Hurricane Alicia 1983

Preliminary Report
Hurricane Alicia
15 - 21 August 1983


Hurricane Alicia (3)
Hurricane Barry (1)
Hurricane Chantal (1)
Tropical Storm Dean (TS)

Hurricane Alicia was the first hurricane to strike the continental United States since Hurricane Allen moved over extreme southern Texas on 10 August 1980. The 3 years and 8 days between these strikes is the longest period in this century that the United States mainland has gone without a hurricane landfall. The next longest period was from 28 September 1929 to 14 August 1932.


a. Synoptic History

The system which was to become Hurricane Alicia formed on the extreme western end of a frontal trough which extended from off the New England coast south-westward into the central Gulf of Mexico. Surface synoptic observations and satellite pictures indicate that a meso-scale low pressure area moved off the Mississippi and Alabama coasts on 14 August with the weak trough and was likely the precursor of the system which developed into Alicia. Pressures were high over the Gulf of Mexico and remained high during the early stages of the storm's development. A ship, located less than 60 miles to the northwest of the storm's center late on August 15, reported a pressure of 1015.5 mb when the system was upgraded to a tropical storm. Two other ships located a little over 60 miles southeast and southwest of the storm center at this time reported pressures of 1016 mb or higher. With these high environmental pressures, the storm remained quite small and generated winds stronger than usually observed in storms with similar minimal central pressures. This condition persisted through August 16.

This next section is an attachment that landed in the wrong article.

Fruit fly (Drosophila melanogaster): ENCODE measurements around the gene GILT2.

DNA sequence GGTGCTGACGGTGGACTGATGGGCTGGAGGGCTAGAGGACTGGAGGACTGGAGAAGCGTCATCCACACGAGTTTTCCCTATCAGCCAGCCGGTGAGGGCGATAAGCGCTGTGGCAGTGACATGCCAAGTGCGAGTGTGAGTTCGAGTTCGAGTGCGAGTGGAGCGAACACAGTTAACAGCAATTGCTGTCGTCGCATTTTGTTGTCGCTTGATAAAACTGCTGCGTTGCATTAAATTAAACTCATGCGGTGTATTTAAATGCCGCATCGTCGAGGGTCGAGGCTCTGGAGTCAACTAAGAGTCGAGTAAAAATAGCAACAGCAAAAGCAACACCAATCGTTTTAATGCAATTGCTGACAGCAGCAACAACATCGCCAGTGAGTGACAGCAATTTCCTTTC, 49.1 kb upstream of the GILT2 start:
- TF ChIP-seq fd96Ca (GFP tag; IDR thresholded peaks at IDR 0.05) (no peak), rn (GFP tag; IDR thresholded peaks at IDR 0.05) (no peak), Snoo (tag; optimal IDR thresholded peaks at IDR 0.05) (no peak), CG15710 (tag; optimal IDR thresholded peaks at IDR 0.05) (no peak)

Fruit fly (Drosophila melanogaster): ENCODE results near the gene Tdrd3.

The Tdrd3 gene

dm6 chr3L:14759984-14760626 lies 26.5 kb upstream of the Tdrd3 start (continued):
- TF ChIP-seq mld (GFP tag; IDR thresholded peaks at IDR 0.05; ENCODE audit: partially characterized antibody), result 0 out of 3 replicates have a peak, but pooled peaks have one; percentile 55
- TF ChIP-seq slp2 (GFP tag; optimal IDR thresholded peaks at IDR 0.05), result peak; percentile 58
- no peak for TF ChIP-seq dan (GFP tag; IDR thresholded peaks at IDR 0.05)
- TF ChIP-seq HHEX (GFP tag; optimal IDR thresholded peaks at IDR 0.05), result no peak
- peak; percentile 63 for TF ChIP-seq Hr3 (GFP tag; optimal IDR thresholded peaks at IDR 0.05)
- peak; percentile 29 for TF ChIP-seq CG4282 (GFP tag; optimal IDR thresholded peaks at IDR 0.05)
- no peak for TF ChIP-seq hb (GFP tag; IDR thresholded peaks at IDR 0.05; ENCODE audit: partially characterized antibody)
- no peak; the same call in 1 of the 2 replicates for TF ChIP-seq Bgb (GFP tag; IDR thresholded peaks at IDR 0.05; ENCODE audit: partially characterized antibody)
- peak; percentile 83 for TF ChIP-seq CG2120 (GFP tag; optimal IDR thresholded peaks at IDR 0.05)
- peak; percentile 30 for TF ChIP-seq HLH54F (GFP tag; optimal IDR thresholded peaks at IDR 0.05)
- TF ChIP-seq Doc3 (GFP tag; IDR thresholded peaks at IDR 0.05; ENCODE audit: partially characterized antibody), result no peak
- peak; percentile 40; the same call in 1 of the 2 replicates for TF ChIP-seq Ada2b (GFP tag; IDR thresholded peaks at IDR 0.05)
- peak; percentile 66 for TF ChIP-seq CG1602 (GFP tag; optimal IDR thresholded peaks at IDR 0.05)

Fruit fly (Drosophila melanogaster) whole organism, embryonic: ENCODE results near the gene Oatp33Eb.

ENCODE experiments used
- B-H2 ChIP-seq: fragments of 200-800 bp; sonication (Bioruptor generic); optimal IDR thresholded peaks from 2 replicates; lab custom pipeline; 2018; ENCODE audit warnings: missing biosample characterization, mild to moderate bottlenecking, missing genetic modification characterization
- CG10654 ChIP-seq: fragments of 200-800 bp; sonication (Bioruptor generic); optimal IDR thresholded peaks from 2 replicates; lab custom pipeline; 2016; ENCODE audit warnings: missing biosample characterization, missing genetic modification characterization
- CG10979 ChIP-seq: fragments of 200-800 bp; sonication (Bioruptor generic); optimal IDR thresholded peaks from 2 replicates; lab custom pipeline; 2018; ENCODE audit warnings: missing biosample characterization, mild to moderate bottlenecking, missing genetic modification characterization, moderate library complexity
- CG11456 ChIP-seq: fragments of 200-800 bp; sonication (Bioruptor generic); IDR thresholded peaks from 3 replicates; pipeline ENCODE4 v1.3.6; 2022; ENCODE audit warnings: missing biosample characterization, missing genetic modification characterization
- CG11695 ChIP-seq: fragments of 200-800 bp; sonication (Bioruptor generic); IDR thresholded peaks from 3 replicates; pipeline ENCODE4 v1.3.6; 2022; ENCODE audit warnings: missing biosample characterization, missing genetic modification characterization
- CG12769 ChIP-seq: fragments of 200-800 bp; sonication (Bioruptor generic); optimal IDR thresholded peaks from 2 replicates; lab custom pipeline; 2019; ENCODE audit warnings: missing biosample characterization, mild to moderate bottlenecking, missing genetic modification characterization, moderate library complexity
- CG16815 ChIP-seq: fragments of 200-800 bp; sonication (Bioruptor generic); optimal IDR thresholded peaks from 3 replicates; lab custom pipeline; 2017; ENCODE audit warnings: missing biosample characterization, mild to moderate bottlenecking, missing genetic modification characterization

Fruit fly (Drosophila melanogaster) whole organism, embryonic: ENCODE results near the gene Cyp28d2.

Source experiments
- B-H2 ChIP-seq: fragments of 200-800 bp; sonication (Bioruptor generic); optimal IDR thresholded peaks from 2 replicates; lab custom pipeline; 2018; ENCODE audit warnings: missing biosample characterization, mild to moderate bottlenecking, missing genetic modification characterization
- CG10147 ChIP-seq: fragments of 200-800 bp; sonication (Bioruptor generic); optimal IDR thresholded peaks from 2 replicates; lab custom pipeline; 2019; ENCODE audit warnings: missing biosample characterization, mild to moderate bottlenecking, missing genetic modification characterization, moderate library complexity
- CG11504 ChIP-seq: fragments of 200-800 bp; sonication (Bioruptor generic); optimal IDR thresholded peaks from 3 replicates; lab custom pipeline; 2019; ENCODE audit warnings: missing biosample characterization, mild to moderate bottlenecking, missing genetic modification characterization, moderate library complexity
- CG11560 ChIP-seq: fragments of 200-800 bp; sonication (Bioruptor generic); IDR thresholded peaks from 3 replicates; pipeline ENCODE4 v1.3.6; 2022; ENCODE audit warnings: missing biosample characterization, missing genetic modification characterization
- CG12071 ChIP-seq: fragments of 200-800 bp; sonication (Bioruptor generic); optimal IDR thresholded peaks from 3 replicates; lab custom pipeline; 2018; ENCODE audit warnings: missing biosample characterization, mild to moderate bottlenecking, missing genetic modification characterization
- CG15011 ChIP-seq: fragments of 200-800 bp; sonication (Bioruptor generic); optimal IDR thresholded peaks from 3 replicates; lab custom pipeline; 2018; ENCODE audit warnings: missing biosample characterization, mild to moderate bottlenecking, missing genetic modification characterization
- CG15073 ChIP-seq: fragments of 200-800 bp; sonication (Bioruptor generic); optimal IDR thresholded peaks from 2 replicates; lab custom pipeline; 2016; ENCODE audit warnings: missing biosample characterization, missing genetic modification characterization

Steering currents over the storm were quite weak throughout most of Alicia's lifetime over the water. However a ridge was well established to the north through August 17. Slight pressure rises were observed to the north of the storm center and falls along the Texas coast from the 15th to the 17th . The result was that Alicia drifted toward the west through midday of the 16th when the storm took a turn toward the west-northwest. This track continued through the early morning hours of August 18 when the storm took a more northerly track as the ridge to the north receded toward the east. During this period an upper level anticyclone became well established over the storm. This factor, combined with the slow movement and long period over the warm Gulf waters (greater than 29°C), resulted in the storm deepening at a nearly steady rate of 1 mb per hour over the 40 hour period before landfall.